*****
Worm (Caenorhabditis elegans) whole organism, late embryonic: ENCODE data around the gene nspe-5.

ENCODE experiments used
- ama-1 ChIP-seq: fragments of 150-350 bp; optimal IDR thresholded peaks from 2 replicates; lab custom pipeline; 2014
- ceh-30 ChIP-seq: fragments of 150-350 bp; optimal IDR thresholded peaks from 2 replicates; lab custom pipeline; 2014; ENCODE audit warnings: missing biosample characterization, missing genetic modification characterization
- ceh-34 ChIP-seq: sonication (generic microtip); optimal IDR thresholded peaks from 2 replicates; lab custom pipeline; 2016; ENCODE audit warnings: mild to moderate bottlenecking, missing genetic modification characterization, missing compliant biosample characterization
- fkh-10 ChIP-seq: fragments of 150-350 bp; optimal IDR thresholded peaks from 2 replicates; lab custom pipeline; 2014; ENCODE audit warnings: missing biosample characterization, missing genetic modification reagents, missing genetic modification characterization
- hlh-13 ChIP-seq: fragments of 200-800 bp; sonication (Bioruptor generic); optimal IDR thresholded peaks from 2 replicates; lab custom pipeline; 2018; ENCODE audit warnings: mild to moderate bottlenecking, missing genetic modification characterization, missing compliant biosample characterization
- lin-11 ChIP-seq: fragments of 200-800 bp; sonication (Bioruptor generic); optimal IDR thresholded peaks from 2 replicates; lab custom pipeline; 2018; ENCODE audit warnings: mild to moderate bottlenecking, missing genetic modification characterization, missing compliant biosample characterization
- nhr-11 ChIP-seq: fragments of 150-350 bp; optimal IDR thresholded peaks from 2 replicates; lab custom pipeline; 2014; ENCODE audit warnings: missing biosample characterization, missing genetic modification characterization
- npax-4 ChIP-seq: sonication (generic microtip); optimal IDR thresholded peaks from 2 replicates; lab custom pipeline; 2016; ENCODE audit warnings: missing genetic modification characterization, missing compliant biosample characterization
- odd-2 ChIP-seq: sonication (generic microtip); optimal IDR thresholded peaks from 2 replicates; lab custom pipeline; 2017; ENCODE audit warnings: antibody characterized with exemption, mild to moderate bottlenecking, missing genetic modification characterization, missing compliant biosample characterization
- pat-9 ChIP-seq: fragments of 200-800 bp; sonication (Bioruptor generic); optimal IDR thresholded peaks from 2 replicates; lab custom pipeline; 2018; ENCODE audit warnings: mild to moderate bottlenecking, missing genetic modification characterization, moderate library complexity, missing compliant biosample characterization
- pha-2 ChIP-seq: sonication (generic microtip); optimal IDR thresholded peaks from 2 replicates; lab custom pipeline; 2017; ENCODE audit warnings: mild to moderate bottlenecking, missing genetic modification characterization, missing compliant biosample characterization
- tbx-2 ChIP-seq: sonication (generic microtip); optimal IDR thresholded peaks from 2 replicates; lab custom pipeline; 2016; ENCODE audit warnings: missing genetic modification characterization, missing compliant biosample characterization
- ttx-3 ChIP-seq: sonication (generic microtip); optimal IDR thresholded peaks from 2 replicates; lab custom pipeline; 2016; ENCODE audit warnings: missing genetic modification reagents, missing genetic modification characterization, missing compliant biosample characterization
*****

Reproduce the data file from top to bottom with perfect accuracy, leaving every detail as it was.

Worm (Caenorhabditis elegans) whole organism, late embryonic: ENCODE data around the gene nspe-5.

ENCODE experiments used
- ama-1 ChIP-seq: fragments of 150-350 bp; optimal IDR thresholded peaks from 2 replicates; lab custom pipeline; 2014
- ceh-30 ChIP-seq: fragments of 150-350 bp; optimal IDR thresholded peaks from 2 replicates; lab custom pipeline; 2014; ENCODE audit warnings: missing biosample characterization, missing genetic modification characterization
- ceh-34 ChIP-seq: sonication (generic microtip); optimal IDR thresholded peaks from 2 replicates; lab custom pipeline; 2016; ENCODE audit warnings: mild to moderate bottlenecking, missing genetic modification characterization, missing compliant biosample characterization
- fkh-10 ChIP-seq: fragments of 150-350 bp; optimal IDR thresholded peaks from 2 replicates; lab custom pipeline; 2014; ENCODE audit warnings: missing biosample characterization, missing genetic modification reagents, missing genetic modification characterization
- hlh-13 ChIP-seq: fragments of 200-800 bp; sonication (Bioruptor generic); optimal IDR thresholded peaks from 2 replicates; lab custom pipeline; 2018; ENCODE audit warnings: mild to moderate bottlenecking, missing genetic modification characterization, missing compliant biosample characterization
- lin-11 ChIP-seq: fragments of 200-800 bp; sonication (Bioruptor generic); optimal IDR thresholded peaks from 2 replicates; lab custom pipeline; 2018; ENCODE audit warnings: mild to moderate bottlenecking, missing genetic modification characterization, missing compliant biosample characterization
- nhr-11 ChIP-seq: fragments of 150-350 bp; optimal IDR thresholded peaks from 2 replicates; lab custom pipeline; 2014; ENCODE audit warnings: missing biosample characterization, missing genetic modification characterization
- npax-4 ChIP-seq: sonication (generic microtip); optimal IDR thresholded peaks from 2 replicates; lab custom pipeline; 2016; ENCODE audit warnings: missing genetic modification characterization, missing compliant biosample characterization
- odd-2 ChIP-seq: sonication (generic microtip); optimal IDR thresholded peaks from 2 replicates; lab custom pipeline; 2017; ENCODE audit warnings: antibody characterized with exemption, mild to moderate bottlenecking, missing genetic modification characterization, missing compliant biosample characterization
- pat-9 ChIP-seq: fragments of 200-800 bp; sonication (Bioruptor generic); optimal IDR thresholded peaks from 2 replicates; lab custom pipeline; 2018; ENCODE audit warnings: mild to moderate bottlenecking, missing genetic modification characterization, moderate library complexity, missing compliant biosample characterization
- pha-2 ChIP-seq: sonication (generic microtip); optimal IDR thresholded peaks from 2 replicates; lab custom pipeline; 2017; ENCODE audit warnings: mild to moderate bottlenecking, missing genetic modification characterization, missing compliant biosample characterization
- tbx-2 ChIP-seq: sonication (generic microtip); optimal IDR thresholded peaks from 2 replicates; lab custom pipeline; 2016; ENCODE audit warnings: missing genetic modification characterization, missing compliant biosample characterization
- ttx-3 ChIP-seq: sonication (generic microtip); optimal IDR thresholded peaks from 2 replicates; lab custom pipeline; 2016; ENCODE audit warnings: missing genetic modification reagents, missing genetic modification characterization, missing compliant biosample characterization